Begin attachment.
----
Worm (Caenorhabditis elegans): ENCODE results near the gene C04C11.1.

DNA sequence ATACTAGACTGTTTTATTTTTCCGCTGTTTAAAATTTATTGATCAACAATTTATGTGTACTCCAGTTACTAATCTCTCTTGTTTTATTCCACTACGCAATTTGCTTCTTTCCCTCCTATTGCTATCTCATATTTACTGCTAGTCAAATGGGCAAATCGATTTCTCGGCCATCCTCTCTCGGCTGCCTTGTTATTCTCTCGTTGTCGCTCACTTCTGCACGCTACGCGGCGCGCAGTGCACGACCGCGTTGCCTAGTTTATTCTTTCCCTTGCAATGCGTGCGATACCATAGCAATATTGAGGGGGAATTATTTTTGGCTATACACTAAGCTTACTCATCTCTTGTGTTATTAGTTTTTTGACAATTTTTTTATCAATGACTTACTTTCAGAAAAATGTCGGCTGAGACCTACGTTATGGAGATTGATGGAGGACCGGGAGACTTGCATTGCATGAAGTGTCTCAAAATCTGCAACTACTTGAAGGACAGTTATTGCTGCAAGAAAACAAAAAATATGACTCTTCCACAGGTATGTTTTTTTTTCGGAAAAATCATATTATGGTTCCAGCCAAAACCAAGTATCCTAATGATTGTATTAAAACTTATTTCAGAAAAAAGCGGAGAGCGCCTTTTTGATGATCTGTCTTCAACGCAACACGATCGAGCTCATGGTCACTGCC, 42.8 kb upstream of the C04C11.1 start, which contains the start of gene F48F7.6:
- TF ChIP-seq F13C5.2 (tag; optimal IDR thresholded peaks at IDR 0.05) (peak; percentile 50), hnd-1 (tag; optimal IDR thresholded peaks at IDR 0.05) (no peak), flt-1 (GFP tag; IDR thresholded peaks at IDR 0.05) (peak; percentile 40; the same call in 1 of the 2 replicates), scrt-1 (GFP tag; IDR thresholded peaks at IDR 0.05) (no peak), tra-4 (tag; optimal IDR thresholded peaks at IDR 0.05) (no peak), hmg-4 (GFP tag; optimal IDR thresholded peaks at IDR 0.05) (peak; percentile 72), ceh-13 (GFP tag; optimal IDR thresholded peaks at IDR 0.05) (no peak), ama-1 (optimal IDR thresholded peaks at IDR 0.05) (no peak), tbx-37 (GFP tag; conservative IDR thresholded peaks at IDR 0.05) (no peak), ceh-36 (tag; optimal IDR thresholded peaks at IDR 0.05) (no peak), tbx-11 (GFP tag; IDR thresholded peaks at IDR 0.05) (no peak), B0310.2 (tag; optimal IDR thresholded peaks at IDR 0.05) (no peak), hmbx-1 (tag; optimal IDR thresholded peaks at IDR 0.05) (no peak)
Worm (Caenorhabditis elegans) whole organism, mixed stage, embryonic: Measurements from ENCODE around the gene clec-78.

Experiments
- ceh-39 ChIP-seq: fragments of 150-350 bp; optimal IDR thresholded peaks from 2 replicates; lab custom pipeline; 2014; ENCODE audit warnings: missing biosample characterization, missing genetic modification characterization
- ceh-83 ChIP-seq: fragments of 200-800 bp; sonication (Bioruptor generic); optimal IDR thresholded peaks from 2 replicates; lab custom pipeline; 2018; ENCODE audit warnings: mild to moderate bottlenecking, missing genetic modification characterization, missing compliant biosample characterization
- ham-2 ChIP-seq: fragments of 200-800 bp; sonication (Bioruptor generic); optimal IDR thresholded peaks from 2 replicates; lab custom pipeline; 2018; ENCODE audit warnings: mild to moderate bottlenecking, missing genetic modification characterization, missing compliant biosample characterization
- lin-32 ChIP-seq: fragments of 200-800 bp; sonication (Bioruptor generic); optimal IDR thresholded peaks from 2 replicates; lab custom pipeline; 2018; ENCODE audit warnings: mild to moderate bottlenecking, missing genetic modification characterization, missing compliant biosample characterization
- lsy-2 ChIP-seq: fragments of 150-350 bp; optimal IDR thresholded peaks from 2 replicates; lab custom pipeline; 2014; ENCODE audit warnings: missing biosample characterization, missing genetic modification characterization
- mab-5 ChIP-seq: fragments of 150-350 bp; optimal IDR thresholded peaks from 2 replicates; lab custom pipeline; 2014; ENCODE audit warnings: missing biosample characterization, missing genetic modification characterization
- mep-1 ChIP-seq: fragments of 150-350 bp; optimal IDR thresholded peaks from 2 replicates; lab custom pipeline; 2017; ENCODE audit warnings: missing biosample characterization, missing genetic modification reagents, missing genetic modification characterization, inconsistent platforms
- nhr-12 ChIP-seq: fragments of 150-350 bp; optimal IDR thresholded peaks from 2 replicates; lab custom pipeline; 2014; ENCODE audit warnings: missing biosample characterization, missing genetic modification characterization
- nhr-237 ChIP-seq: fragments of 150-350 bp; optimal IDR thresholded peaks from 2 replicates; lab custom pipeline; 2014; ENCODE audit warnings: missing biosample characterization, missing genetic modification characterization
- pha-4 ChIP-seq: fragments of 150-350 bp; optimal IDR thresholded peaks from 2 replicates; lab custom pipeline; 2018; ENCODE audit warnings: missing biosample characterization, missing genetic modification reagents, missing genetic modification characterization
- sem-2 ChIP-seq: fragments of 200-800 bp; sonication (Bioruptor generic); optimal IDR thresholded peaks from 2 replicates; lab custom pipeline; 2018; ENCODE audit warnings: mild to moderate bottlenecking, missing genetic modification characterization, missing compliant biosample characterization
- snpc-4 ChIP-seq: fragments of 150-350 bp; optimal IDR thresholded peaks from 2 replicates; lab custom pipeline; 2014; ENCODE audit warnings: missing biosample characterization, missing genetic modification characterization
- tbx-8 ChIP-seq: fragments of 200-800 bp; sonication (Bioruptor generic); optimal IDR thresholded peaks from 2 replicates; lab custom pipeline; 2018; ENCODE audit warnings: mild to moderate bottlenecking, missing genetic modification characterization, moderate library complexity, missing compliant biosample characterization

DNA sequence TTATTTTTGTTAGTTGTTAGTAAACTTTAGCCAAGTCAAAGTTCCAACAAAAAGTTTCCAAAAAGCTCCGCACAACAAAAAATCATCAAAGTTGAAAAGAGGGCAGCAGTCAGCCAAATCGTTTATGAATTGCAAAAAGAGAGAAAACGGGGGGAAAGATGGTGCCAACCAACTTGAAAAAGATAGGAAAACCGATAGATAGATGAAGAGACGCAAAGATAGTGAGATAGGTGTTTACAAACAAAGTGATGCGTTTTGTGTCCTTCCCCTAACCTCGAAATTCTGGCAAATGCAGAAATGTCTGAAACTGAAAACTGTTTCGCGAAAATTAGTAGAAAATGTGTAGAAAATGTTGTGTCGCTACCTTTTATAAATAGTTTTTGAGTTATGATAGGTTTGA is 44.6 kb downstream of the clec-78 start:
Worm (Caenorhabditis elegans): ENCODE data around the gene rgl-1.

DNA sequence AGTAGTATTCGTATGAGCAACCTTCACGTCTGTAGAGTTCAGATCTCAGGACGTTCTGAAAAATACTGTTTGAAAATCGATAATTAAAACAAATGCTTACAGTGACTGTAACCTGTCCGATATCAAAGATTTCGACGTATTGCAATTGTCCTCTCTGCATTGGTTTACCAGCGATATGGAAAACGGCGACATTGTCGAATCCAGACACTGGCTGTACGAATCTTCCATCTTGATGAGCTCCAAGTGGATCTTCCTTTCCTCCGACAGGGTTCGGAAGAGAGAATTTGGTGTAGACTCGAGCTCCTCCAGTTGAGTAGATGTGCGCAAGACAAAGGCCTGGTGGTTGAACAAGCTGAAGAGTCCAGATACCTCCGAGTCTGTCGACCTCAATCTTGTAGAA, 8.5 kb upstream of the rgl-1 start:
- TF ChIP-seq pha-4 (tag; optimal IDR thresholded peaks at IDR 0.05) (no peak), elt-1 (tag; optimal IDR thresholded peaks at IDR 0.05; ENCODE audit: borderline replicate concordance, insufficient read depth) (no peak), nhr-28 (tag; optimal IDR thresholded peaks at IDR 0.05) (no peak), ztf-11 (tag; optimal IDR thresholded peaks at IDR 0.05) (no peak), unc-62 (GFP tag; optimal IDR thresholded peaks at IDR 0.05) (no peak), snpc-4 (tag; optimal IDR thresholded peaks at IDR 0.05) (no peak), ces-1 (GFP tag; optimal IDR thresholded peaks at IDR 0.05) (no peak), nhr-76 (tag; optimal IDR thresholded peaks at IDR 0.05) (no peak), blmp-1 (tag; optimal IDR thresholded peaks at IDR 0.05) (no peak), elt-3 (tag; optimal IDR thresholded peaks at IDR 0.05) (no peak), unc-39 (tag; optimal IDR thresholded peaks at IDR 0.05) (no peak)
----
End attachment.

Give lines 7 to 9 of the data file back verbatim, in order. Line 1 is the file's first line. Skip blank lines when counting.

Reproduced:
- ceh-83 ChIP-seq: fragments of 200-800 bp; sonication (Bioruptor generic); optimal IDR thresholded peaks from 2 replicates; lab custom pipeline; 2018; ENCODE audit warnings: mild to moderate bottlenecking, missing genetic modification characterization, missing compliant biosample characterization
- ham-2 ChIP-seq: fragments of 200-800 bp; sonication (Bioruptor generic); optimal IDR thresholded peaks from 2 replicates; lab custom pipeline; 2018; ENCODE audit warnings: mild to moderate bottlenecking, missing genetic modification characterization, missing compliant biosample characterization
- lin-32 ChIP-seq: fragments of 200-800 bp; sonication (Bioruptor generic); optimal IDR thresholded peaks from 2 replicates; lab custom pipeline; 2018; ENCODE audit warnings: mild to moderate bottlenecking, missing genetic modification characterization, missing compliant biosample characterization